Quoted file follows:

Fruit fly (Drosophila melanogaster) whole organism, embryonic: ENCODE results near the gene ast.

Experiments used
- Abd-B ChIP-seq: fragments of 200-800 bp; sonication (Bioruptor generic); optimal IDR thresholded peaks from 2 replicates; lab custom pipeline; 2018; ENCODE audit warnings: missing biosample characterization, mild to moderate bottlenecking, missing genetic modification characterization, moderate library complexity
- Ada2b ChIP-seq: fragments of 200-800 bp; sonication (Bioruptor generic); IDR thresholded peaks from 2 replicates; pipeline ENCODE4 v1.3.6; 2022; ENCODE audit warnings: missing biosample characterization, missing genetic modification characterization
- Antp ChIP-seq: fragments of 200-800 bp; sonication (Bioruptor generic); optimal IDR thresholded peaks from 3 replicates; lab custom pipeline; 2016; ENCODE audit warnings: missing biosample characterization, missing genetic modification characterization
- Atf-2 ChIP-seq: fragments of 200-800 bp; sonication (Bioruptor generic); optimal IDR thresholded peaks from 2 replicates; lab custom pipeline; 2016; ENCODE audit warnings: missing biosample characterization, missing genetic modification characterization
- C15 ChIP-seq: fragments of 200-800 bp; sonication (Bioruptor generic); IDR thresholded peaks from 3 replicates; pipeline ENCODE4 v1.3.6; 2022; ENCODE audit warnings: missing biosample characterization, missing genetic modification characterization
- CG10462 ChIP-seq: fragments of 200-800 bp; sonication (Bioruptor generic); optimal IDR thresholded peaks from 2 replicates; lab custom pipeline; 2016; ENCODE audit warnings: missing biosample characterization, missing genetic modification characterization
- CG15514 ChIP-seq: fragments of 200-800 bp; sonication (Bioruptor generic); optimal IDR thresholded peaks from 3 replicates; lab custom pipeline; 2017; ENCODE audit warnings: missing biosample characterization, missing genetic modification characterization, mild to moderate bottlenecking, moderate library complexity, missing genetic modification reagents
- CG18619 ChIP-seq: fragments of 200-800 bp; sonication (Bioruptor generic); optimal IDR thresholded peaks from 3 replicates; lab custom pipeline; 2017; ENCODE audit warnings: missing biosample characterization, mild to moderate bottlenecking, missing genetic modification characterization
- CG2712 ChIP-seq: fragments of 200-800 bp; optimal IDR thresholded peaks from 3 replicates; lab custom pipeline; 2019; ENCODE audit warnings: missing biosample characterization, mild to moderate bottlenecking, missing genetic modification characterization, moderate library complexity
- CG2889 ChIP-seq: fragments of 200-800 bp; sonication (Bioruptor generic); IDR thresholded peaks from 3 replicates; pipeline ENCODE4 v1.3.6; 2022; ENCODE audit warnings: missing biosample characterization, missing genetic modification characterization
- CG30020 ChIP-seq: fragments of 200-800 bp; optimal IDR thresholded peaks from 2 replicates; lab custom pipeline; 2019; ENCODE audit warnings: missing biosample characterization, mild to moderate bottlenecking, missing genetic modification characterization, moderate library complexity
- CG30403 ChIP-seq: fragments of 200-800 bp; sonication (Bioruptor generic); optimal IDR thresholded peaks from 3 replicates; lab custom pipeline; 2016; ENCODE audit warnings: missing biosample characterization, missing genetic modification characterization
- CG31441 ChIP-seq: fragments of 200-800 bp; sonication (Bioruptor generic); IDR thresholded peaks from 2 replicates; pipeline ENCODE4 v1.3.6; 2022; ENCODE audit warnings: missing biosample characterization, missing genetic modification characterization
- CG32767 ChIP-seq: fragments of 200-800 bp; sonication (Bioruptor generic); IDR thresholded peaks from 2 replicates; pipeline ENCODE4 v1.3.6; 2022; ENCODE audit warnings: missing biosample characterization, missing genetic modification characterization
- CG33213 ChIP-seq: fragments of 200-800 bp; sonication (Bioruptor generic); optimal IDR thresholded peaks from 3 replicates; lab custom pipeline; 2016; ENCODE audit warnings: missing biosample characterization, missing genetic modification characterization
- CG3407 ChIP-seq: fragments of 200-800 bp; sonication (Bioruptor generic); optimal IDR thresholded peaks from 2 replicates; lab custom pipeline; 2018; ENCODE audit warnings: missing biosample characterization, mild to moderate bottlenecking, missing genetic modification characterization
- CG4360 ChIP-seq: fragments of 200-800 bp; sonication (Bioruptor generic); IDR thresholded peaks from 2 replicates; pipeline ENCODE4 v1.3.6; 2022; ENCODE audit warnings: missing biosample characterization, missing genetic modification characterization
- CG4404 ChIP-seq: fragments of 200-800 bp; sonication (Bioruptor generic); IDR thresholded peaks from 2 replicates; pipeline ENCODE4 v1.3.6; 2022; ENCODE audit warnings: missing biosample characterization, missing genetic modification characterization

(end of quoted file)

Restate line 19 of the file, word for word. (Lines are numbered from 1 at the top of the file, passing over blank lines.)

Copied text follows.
- CG4360 ChIP-seq: fragments of 200-800 bp; sonication (Bioruptor generic); IDR thresholded peaks from 2 replicates; pipeline ENCODE4 v1.3.6; 2022; ENCODE audit warnings: missing biosample characterization, missing genetic modification characterization